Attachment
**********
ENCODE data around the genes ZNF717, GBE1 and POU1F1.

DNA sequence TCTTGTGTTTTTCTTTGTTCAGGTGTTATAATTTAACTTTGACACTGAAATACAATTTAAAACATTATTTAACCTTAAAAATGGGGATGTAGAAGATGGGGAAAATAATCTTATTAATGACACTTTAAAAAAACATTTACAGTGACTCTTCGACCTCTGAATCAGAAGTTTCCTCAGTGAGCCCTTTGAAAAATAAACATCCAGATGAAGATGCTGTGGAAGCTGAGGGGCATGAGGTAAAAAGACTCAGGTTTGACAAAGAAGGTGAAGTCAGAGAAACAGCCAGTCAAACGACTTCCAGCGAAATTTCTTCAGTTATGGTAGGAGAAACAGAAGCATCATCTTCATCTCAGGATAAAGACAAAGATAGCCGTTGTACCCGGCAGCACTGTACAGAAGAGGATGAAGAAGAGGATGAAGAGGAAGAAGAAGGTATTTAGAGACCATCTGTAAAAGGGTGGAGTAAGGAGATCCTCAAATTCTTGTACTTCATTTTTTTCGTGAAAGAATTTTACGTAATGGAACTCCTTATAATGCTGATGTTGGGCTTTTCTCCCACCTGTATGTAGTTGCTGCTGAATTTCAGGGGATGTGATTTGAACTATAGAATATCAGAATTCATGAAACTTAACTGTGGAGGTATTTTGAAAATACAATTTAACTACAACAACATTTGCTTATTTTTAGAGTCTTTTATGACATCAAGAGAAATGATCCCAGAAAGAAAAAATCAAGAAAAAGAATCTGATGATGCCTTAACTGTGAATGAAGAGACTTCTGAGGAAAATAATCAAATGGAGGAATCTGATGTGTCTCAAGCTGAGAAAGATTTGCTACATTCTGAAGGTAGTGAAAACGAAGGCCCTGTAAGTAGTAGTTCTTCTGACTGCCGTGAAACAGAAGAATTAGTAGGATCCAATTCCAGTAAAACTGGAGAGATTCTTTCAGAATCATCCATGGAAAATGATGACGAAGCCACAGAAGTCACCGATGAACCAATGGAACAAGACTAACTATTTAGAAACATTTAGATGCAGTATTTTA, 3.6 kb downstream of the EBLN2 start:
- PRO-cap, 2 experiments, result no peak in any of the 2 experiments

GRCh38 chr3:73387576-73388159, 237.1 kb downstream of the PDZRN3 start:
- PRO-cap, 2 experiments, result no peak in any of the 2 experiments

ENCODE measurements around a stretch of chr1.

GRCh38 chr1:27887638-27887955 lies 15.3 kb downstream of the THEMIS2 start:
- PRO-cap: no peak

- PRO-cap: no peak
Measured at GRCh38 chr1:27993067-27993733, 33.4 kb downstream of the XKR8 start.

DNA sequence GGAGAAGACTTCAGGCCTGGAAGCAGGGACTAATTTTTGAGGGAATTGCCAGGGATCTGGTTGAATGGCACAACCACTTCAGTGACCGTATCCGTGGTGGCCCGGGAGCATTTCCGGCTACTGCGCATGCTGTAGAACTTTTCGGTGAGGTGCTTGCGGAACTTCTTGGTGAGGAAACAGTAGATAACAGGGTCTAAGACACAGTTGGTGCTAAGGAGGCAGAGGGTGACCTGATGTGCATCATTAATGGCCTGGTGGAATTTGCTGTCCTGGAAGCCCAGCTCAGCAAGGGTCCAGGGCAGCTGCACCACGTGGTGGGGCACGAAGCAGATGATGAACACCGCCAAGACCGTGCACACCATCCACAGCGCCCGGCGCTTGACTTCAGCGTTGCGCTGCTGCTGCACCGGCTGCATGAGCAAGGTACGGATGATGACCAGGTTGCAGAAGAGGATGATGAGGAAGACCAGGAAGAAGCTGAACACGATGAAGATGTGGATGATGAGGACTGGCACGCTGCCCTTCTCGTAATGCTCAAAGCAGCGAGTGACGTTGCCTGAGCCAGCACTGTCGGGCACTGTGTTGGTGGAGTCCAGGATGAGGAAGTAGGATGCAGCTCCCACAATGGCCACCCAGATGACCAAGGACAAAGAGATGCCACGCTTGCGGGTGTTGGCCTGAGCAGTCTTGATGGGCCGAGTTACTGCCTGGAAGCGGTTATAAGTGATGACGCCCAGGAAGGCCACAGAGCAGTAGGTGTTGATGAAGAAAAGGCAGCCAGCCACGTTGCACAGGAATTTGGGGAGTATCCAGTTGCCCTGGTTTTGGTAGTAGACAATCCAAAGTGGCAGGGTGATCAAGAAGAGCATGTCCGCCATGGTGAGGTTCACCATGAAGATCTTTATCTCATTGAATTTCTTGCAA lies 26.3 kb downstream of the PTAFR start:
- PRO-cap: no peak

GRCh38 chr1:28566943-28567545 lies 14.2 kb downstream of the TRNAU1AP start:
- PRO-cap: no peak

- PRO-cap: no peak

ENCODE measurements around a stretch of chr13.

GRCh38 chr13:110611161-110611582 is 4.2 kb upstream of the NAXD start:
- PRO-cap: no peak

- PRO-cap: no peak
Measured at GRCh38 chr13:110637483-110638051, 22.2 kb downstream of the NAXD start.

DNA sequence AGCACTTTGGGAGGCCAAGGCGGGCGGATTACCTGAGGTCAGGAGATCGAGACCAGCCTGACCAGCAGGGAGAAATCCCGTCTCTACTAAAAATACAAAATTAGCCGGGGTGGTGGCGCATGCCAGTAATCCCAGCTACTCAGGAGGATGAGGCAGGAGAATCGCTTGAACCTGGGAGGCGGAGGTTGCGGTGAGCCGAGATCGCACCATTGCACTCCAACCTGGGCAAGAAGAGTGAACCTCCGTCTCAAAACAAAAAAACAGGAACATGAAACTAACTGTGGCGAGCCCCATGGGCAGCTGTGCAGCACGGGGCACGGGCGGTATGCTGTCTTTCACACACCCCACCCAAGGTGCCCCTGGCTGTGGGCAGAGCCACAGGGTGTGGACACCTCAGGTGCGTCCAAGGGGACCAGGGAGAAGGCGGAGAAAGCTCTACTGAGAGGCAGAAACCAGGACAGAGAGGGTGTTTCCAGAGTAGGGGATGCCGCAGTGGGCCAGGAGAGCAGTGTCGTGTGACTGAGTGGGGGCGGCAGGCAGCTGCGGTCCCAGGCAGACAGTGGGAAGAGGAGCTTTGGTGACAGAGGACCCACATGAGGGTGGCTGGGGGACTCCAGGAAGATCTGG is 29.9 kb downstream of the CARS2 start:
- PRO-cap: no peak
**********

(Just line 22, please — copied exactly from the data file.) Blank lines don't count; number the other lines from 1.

- PRO-cap: no peak